We enjoy singing. It’s fun. Music plays a big part in our lives and we take satisfaction in using it to express our hearts and as a tool to explore our relationships with God. It’s good for us. But that’s not why we sing.
Singing connects us to one another. It’s an activity we do together that is an important part of the glue of what we do when we gather. It’s an expression of our identity and our relationship with one another. But that’s not why we sing.
Singing is a way of serving the Lord. We honor Him by doing our part in providing the congregation with an environment, an opportunity, and an invitation to worship our King. We honor Him by setting aside our pride and trying to model worship and to be willing to make ourselves vulnerable by showing others our hearts as we interact with Him publicly. But that’s not why we sing.
Singing impacts my mind. The lyrics of songs teach profound truths about God. Songs reinforce biblical values and are part of transforming our minds by moving our thoughts beyond ourselves to focus upon Jesus. But that’s not why we sing.
Singing is a way of our giving back to God. It’s part of our sacrifice of praise that we prepare and offer to the Lord. Through it we express recognition and thanksgiving to our Creator and Redeemer. Preparing an offering of music is like raising the sacrificial lamb to present at the altar as a special gift that each of us give personally to the Lord. But that’s not why we sing.
Singing is a form of prayer. The songs provide us with a vocabulary to express and explore who God is and to declare what He is doing in our lives. Moments during a song when we are not singing provide little pauses to pray our own thoughts to the Lord and to listen to what He has to say. But that’s not why we sing.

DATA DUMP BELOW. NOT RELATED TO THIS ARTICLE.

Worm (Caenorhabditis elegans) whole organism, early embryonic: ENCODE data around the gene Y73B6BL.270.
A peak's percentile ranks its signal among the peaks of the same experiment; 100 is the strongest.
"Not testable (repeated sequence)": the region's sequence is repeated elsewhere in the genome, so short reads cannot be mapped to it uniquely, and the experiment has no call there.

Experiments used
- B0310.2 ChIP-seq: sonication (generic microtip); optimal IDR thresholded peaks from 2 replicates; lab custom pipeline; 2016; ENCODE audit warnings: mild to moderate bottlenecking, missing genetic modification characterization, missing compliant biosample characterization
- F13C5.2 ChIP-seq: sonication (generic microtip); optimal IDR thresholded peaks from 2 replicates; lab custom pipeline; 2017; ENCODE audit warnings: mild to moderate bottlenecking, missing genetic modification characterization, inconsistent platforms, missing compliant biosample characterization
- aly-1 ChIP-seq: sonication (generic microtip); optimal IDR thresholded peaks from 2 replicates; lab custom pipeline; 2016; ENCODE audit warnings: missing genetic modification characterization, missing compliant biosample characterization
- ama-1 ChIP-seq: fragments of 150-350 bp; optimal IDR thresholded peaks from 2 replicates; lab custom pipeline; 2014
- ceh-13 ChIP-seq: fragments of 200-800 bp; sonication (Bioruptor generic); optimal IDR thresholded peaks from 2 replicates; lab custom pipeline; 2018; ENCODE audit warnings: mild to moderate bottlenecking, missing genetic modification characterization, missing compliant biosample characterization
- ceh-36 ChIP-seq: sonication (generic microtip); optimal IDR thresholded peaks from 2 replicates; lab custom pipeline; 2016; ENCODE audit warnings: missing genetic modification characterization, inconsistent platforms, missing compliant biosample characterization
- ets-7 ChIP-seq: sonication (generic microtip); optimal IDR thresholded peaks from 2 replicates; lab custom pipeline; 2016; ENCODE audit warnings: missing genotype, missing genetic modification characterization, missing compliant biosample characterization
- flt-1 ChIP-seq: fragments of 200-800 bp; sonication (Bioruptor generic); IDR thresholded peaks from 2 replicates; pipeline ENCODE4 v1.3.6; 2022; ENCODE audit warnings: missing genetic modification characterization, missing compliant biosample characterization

Singing is tied to the promises of God. God promises to show up in a special way when we gather in His name according to His purposes. He literally “indwells” the praises of His people. He promises to draw near to us as we draw near to Him. Scripture ties music to spiritual and physical freedom from bondage, to healing, miracles, repentance, and other holy actions by the Lord. But that’s not why we sing.
Singing impacts my body. It forces us to become physically involved when we express worship. This reminder of our own weakness and flesh is another part of giving ourselves as living sacrifices to the Lord. But that’s not why we sing.
Singing is something the Bible commands us to do. We are far more often commanded to sing that almost anything else in the Bible. God built us to sing; we are designed for it. He invented music before He even created us, and we are specially crafted so that it powerfully impacts us as well as the spiritual realm. When we sing, we obey God’s command.But that’s not why we sing.
Singing affects our emotions. Music bypasses our mental filters and stirs our passion. It challenges us to arise from the depths of our emotional slumber and coldness, fanning the flames of our hearts to burn brightly for the Lord. But that’s not why we sing.
Worship through music is one of the few things that we know goes on in heaven. It’s powerful enough to shake heaven’s very gates. Music accompanied many major events in the Bible. It led God’s people forward in battle. Even Jesus’ birth was announced through song, as will be His triumphant return. But that’s not why we sing.
Why do we sing? One simple reason. God deserves our praise. This is good and right and true. But worshiping the Lord is something that we each must decide to do for ourselves. We choose to sing. How dare we arrogantly decide that He should not receive something that He declares He wants? Do we know better than He does whether the noise we make is good enough when He says it is? Who are we to judge our worship —when that right belongs only to Him.
We must not withhold from the Lord the glory that is due to Him from ourselves.